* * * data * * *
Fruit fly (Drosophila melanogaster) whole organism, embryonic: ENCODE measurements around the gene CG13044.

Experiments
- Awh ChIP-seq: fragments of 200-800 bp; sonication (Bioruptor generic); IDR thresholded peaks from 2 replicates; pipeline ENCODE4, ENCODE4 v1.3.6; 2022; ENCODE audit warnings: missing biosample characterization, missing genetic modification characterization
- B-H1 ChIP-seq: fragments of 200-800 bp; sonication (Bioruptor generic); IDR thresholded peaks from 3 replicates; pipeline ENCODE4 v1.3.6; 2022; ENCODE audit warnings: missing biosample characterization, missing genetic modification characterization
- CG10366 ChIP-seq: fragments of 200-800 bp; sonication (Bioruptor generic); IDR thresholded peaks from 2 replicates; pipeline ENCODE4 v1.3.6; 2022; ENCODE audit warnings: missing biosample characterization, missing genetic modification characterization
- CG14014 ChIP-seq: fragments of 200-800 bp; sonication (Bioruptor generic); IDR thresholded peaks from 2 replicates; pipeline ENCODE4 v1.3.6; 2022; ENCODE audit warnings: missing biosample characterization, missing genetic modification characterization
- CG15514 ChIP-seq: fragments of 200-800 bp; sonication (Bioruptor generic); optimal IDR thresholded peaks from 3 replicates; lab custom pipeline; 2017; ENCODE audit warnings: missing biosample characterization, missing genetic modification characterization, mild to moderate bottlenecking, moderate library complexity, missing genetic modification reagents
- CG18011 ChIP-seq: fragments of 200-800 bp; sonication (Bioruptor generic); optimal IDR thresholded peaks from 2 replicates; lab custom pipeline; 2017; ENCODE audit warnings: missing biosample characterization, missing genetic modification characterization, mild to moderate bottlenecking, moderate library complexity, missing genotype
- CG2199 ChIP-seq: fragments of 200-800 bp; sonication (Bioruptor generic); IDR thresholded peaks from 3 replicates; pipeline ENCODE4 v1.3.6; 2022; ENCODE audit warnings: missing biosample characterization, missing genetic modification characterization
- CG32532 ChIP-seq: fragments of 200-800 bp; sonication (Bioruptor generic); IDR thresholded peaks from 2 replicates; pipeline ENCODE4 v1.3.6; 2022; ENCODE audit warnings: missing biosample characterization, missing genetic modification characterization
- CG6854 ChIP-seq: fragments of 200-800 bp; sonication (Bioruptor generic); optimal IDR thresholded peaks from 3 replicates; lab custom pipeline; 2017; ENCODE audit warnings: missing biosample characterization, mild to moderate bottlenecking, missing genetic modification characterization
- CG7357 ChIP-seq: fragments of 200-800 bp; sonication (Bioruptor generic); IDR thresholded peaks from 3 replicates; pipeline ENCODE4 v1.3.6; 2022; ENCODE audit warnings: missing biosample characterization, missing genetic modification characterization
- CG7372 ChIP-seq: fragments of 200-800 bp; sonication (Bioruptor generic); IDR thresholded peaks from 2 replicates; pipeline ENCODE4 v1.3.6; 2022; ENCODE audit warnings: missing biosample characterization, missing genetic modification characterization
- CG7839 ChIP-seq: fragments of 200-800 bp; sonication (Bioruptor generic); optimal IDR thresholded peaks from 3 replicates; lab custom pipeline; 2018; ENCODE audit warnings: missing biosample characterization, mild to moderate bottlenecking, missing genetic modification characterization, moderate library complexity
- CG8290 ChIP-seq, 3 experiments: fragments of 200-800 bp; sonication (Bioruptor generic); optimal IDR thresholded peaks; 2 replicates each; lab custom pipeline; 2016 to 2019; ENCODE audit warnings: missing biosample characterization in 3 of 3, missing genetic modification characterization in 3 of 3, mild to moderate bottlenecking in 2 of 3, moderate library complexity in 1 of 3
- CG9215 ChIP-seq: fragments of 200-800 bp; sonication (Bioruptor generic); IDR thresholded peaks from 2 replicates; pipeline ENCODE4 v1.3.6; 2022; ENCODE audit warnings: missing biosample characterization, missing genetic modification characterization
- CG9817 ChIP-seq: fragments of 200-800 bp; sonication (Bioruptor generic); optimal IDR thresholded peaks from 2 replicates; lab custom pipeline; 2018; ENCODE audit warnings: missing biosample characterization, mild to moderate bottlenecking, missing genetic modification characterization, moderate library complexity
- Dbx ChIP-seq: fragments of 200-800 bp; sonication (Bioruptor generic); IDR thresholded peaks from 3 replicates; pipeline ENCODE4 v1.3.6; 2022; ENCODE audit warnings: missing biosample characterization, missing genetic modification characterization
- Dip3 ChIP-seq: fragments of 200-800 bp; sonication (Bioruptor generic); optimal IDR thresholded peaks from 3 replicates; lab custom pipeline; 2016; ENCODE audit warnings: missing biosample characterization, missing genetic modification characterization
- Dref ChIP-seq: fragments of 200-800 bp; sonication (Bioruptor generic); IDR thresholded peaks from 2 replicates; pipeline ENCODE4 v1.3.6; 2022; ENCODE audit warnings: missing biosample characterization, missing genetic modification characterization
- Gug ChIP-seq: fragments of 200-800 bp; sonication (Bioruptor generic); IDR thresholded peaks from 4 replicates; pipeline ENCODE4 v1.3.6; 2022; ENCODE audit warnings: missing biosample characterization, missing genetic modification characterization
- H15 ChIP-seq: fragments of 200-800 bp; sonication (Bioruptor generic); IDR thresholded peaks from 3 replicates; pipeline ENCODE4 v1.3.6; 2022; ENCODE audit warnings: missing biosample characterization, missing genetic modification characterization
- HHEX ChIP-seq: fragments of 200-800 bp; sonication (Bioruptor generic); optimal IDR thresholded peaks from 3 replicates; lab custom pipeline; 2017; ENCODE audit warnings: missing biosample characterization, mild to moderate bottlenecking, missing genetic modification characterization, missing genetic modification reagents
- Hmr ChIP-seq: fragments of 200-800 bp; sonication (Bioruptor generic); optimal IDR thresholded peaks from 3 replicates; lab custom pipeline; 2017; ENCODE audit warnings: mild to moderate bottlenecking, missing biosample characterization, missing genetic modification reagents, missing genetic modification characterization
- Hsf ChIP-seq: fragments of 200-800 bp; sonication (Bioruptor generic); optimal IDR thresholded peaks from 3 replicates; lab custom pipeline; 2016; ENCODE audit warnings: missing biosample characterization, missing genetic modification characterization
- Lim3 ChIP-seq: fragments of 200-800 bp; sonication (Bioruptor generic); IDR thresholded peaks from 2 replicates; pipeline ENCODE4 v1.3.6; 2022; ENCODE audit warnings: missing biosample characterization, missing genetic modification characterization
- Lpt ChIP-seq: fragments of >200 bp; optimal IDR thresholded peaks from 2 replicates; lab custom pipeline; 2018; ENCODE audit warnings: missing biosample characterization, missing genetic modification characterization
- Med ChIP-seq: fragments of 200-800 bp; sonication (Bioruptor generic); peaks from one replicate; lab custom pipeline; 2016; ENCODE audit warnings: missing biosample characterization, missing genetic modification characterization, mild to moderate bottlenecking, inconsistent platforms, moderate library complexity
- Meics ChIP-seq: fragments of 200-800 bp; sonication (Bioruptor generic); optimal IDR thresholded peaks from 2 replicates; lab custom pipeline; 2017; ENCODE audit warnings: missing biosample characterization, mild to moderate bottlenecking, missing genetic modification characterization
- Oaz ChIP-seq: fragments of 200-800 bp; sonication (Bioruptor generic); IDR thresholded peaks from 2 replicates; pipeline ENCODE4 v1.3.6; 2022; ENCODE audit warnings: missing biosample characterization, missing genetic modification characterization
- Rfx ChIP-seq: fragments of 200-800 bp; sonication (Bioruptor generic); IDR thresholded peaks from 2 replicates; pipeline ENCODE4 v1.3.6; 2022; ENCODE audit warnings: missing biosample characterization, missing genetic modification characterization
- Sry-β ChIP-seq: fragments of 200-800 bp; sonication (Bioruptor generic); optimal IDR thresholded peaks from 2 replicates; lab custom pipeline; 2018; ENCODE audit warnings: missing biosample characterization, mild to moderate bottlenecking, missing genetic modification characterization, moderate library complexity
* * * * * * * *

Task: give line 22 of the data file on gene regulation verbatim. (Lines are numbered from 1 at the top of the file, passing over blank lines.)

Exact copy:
- H15 ChIP-seq: fragments of 200-800 bp; sonication (Bioruptor generic); IDR thresholded peaks from 3 replicates; pipeline ENCODE4 v1.3.6; 2022; ENCODE audit warnings: missing biosample characterization, missing genetic modification characterization